Larry's Short Stories

How I Learned Gunsmithing

During the GunTec filming years, we build a Nearly-Perfect Safari Rifle from start to finish -- truing up the action through finishing and checkering the stock.
During the GunTec filming years, we build a Nearly-Perfect Safari Rifle from start to finish -- truing up the action through finishing and checkering the stock.

Gunsmithing, at its most basic level, is simply the thoughtful use of hands, eyes and brain to disassemble and reassemble a firearm, and to shape and finish wood and metal parts – but how does one learn to do those things? My library has over 100 gunsmithing books; I’ve read them all, but you can’t learn gunsmithing by reading books or watching videos – you gotta do it, with your own hands, eyes and brain.

Just after we opened the gunshop in 1977, a young man walked in and asked if we needed a gunsmith. Since we’d had many gunsmithing inquiries, a deal was made for the Company to buy the equipment and provide counter services – while the “new gunsmith” did the bench work.

The relationship didn’t last long; we had the equipment and Customers' guns, but no gunsmith. That’s when I started learning gunsmithing – polishing and bluing metal, installing recoil pads, opening magazine wells and ejection ports on 1911s, installing red ramps and white outline sights on S&W revolvers, plus cleaning and general repairs.

First pass on the master lines is an early step in the checkering process.
First pass on the master lines is an early step in the checkering process.

We discontinued gunsmithing services in 1979 and except for minor work on personal guns, I did no serious gunsmithing for the next 25 years; but then we decided to create a ‘first class’ stock refinishing kit. The first thing was to identify the best materials and processes, and the only way to do that was to start refinishing gunstocks. I did sixteen in total – mostly single shot .22 rifles, experimenting with all kinds of finish remover, sandpaper, stock sealer and filler, finishes and polishing materials. You can learn a lot if you refinish that many stocks.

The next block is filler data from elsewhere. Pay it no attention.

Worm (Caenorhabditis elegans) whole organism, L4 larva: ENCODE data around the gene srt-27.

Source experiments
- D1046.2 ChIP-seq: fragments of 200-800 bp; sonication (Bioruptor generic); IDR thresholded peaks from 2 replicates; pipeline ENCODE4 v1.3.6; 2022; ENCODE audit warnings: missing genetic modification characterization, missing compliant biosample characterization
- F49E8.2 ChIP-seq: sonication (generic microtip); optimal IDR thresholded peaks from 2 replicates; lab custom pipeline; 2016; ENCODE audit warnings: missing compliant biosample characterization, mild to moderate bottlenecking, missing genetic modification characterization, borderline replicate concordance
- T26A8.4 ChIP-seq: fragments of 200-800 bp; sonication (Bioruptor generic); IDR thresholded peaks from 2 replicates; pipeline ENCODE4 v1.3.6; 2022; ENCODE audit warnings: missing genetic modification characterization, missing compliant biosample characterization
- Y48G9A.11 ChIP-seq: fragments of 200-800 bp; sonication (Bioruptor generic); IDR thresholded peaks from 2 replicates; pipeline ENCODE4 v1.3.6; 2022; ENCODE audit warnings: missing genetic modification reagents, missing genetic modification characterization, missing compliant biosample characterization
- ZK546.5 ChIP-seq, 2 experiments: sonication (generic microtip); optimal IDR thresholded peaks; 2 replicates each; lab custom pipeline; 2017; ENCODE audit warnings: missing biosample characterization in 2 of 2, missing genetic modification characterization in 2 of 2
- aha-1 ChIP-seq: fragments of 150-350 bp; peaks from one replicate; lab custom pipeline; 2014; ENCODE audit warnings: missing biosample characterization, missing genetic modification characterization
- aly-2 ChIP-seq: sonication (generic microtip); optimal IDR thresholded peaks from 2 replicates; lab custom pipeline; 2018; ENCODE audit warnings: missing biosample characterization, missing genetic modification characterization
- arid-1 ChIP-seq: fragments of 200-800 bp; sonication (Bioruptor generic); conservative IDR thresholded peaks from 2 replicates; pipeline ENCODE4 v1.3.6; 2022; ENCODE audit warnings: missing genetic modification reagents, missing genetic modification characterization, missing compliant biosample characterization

Next we needed a checkering kit, but I didn’t know how to checker. Checkering isn’t difficult, but learning to checker was my most frustrating learning experience. The breakthrough was learning to hold the checkering tool like the back end of a pool stick – just pushing, not guiding, and applying about the same amount of downward finger pressure as I do on my razor, when shaving.

The GunTec filming years from 2005 to 2012 were a great learning experience. I had two good gunsmithing teammates, Ryan Fischer and Bob DeWitt. We would choose filming topics based on what we wanted to teach our viewers, rather than what we knew how to do; so, before we filmed some projects, we had to do them once for ourselves and then once for the camera.

Final assembly of a Winchester Model 21, converted from pistol grip to straight grip stock, with the stock refinished, checkering extended and trigger guard straightened and lengthened.
Final assembly of a Winchester Model 21, converted from pistol grip to straight grip stock, with the stock refinished, checkering extended and trigger guard straightened and lengthened.
Larry's Short Stories